It never ceases to amaze me how different our minds all work, but how well are those differences really utilized in the workplace? I’m a bit of a trivia nut myself, even though I’ve failed to qualify for Jeopardy (so far anyway!)
However, my friends will tell you their amazement when I can recall sports scores from games played decades ago. Quick: What was the score when Green Bay beat New England in Super Bowl XXXI? Answer: 35-21. Who was the MVP? Answer: Desmond Howard. Well, you get the idea.
I’m also good at remembering dialogue from old television shows – some would say I am a little too good sometimes at these things – to the point where they’re probably pushing things out of my brain that I should recall!
My wife, on the other hand, couldn’t tell you the first thing about old football games or probably even recite many lines from even her favorite TV programs. However, she is very good “in the here and now.” If she drives somewhere once, that’s all she needs – she’s good to go the next time. Me? Nope … it’d take me “umpteen times” before I’d be sure of the exact route. She is also highly observant in other ways. She could probably recall how many people were in a given room at a given time, and other details that would likely escape me.
As you can see, my long-term memory is quite good, but my short-term memory leaves something to be desired. Conversely, my wife’s long-term memory is maybe average, but her short-term memory blows mine out of the water!
What does this have to do with work? Let’s say a boss, “Mr. Arrington,” expects “Randall” to readily recall nearly everything said in yesterday’s important staff meeting. Randall probably couldn’t come up with many specifics, which would probably make him look like he didn’t care or wasn’t paying attention. More important, why was Randall, a person with short-term memory issues, the employee who was grilled by Mr. Arrington about what transpired?
On the other hand, let’s consider “Sally.” Sally would not remember the name of the employee who spilled food all over himself at last year’s holiday office party. However, Sally could tell you what everyone in the office was wearing yesterday. Why did Mr. Arrington ask Sally about last month’s MT report, instead of the staff meeting, when she was present at both? Chances are Randall recalled the report a lot better, and vice versa.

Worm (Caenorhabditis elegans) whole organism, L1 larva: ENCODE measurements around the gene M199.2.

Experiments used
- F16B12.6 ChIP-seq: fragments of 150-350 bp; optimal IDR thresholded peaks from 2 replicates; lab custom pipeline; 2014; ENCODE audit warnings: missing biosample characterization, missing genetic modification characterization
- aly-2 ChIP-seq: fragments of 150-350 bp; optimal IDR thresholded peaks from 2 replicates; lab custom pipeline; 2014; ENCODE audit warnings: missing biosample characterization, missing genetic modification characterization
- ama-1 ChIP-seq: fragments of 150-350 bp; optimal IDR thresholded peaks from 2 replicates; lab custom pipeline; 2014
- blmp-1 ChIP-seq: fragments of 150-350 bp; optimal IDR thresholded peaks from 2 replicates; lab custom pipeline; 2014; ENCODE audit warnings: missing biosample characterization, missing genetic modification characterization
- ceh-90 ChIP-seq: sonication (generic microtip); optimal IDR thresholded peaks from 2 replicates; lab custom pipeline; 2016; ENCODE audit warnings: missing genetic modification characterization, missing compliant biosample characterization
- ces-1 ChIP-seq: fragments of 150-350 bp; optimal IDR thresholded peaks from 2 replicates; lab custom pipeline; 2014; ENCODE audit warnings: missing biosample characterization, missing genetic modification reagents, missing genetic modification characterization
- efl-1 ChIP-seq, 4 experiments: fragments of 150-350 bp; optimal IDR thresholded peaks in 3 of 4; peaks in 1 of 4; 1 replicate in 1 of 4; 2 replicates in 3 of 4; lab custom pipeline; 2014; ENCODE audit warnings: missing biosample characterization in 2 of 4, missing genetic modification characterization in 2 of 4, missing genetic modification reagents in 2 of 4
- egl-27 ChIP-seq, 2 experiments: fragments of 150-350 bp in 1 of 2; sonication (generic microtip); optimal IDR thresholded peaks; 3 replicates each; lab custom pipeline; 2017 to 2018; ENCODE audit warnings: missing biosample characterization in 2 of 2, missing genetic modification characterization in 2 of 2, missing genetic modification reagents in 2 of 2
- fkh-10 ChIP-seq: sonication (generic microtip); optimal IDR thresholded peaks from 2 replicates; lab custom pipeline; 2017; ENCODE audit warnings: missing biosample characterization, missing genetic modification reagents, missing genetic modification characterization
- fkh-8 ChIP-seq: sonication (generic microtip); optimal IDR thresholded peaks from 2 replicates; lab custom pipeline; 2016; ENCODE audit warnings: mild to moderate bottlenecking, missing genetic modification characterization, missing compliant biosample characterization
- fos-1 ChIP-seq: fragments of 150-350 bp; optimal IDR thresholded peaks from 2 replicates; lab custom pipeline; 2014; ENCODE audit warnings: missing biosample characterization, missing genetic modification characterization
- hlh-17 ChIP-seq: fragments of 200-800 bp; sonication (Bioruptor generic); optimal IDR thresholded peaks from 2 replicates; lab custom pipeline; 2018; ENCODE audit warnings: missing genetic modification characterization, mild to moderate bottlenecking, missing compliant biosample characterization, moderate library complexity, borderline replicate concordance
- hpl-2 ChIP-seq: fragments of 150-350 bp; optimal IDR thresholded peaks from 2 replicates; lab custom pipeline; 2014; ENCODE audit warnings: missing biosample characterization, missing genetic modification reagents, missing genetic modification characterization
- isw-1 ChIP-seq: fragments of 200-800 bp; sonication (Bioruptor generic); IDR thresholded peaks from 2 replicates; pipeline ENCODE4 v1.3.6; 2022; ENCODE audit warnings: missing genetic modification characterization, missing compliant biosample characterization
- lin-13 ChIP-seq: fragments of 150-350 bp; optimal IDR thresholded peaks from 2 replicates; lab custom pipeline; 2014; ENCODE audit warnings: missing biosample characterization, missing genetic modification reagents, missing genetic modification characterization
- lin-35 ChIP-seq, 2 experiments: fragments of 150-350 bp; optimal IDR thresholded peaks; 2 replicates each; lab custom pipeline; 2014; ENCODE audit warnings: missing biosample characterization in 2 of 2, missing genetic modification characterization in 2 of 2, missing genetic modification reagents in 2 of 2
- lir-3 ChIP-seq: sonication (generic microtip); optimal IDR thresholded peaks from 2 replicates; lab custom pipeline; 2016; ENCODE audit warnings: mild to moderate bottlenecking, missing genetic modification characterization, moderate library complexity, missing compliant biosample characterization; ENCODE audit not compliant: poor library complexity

This isn’t to say that a person with short-term memory issues can’t improve at this by taking copious notes that he/she can refer back to later. Likewise, this also doesn’t mean that individuals whose long-term memories aren’t very strong couldn’t also take good notes, make a video, etc., that they could file away for referral when the information is needed again.
That being said, it also doesn’t make a lot of sense in trying to make a square peg fit in a round hole. Instead of taxing Randall and Sally’s brains by asking them to accomplish tasks they’re not very good at, why not flip their roles and have Randall make a presentation about the MT report, and Sally about the staff meeting? Good bosses recognize their employees “strengths and weaknesses”, and that includes how our brains are wired.
Is your boss like Mr. Arrington? Or is yours the type who would have Randall and Sally in the roles best suited for them? It makes a difference in a workplace.